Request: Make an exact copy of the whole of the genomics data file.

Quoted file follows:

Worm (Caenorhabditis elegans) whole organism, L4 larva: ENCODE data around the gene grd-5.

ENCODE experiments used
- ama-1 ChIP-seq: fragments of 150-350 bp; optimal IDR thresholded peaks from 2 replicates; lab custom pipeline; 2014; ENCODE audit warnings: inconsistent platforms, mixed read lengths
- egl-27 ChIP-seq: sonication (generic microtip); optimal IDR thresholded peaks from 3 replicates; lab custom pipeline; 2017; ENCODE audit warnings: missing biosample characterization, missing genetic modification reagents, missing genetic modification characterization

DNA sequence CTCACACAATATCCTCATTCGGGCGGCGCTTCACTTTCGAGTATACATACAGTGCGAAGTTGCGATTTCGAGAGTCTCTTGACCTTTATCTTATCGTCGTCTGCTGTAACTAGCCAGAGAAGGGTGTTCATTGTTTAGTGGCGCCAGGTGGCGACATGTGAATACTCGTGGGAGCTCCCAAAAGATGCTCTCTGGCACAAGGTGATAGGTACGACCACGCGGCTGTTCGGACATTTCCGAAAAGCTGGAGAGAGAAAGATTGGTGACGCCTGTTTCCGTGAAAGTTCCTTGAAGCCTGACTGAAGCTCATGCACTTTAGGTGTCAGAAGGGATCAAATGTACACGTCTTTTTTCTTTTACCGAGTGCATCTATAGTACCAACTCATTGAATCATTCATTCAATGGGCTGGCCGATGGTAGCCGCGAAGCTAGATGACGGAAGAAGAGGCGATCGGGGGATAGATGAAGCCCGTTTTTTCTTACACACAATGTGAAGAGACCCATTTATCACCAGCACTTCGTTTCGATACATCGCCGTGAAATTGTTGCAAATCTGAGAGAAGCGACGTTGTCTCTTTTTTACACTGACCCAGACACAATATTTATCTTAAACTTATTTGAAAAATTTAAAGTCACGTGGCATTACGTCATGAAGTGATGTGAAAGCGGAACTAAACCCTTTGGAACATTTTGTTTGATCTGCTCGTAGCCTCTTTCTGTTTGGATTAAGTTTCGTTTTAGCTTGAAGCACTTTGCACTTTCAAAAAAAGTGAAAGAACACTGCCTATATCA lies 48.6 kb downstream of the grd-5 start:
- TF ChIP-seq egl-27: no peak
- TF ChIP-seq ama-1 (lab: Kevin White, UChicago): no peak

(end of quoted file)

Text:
Worm (Caenorhabditis elegans) whole organism, L4 larva: ENCODE data around the gene grd-5.

ENCODE experiments used
- ama-1 ChIP-seq: fragments of 150-350 bp; optimal IDR thresholded peaks from 2 replicates; lab custom pipeline; 2014; ENCODE audit warnings: inconsistent platforms, mixed read lengths
- egl-27 ChIP-seq: sonication (generic microtip); optimal IDR thresholded peaks from 3 replicates; lab custom pipeline; 2017; ENCODE audit warnings: missing biosample characterization, missing genetic modification reagents, missing genetic modification characterization

DNA sequence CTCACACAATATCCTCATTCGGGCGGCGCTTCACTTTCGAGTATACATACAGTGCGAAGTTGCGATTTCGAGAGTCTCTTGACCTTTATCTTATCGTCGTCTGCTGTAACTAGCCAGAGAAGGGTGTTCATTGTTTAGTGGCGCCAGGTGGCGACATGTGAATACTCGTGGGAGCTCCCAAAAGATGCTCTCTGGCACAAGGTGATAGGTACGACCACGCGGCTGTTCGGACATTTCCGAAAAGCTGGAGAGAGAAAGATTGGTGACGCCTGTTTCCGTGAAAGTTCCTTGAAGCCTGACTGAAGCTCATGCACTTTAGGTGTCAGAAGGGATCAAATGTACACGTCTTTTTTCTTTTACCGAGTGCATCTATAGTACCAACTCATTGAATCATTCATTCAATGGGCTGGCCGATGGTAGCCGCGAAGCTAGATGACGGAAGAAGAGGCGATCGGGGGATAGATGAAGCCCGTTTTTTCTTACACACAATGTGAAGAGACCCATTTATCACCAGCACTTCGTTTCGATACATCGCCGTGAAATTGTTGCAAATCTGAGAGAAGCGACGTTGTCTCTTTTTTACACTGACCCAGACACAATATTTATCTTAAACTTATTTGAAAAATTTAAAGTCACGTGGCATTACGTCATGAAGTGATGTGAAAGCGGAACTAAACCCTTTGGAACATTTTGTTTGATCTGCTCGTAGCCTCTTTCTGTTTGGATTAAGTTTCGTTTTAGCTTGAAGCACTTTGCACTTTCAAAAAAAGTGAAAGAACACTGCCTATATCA lies 48.6 kb downstream of the grd-5 start:
- TF ChIP-seq egl-27: no peak
- TF ChIP-seq ama-1 (lab: Kevin White, UChicago): no peak